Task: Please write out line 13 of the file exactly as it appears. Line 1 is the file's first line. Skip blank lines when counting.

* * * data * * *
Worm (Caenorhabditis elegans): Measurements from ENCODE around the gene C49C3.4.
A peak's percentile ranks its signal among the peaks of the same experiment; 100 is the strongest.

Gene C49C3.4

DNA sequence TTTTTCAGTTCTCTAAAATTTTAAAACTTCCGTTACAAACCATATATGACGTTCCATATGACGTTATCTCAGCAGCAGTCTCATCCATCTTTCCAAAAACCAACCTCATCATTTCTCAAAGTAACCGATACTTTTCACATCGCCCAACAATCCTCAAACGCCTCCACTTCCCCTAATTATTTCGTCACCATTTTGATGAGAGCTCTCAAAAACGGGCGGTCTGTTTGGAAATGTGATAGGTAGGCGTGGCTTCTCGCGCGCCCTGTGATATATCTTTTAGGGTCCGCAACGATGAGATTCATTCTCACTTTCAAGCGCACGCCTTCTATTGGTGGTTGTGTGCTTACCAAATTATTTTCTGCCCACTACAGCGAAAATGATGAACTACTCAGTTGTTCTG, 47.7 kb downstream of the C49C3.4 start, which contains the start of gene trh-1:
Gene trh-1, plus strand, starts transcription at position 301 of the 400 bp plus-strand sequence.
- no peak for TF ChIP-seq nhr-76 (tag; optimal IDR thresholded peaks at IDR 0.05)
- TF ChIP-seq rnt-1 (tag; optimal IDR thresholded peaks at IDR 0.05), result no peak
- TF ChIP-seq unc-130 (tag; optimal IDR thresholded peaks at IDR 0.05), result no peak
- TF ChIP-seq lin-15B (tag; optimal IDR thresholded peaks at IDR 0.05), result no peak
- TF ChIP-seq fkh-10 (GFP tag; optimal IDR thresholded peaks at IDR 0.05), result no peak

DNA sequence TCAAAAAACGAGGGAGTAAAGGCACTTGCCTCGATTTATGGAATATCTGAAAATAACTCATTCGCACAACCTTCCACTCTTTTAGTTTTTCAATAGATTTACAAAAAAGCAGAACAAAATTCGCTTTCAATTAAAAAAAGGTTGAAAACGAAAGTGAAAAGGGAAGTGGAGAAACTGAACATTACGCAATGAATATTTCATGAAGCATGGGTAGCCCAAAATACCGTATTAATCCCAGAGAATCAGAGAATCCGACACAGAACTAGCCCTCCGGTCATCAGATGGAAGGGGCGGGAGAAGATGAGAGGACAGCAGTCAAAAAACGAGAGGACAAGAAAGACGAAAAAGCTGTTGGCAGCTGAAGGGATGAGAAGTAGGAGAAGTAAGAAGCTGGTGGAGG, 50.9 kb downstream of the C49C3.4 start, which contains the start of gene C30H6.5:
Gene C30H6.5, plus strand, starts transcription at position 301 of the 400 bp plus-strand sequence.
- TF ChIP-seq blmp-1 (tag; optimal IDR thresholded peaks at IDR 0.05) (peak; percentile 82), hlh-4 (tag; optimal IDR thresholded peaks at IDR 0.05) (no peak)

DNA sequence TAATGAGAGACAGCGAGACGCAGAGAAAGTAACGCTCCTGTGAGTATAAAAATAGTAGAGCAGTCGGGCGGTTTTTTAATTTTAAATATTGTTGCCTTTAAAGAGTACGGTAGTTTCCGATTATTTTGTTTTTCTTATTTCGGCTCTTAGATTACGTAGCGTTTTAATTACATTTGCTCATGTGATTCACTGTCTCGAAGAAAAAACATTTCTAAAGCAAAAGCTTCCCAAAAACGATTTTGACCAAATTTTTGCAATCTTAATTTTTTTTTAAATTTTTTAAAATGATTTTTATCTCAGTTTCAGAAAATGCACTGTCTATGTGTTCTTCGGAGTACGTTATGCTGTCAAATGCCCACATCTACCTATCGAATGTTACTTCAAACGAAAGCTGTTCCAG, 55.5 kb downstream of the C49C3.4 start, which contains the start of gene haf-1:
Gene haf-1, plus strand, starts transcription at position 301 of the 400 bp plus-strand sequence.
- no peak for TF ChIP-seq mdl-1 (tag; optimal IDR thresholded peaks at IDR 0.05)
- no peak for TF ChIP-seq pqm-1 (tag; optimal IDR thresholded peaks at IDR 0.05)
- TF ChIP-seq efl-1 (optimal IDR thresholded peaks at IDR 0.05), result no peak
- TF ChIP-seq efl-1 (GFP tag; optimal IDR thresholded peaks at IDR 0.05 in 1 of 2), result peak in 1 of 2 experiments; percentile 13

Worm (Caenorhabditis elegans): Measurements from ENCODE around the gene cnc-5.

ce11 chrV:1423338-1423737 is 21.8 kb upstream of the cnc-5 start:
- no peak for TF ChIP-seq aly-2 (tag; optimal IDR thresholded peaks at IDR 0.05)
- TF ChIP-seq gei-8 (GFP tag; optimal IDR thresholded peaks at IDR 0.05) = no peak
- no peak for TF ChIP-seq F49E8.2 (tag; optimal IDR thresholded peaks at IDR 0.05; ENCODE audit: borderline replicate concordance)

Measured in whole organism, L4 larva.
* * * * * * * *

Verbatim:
- TF ChIP-seq blmp-1 (tag; optimal IDR thresholded peaks at IDR 0.05) (peak; percentile 82), hlh-4 (tag; optimal IDR thresholded peaks at IDR 0.05) (no peak)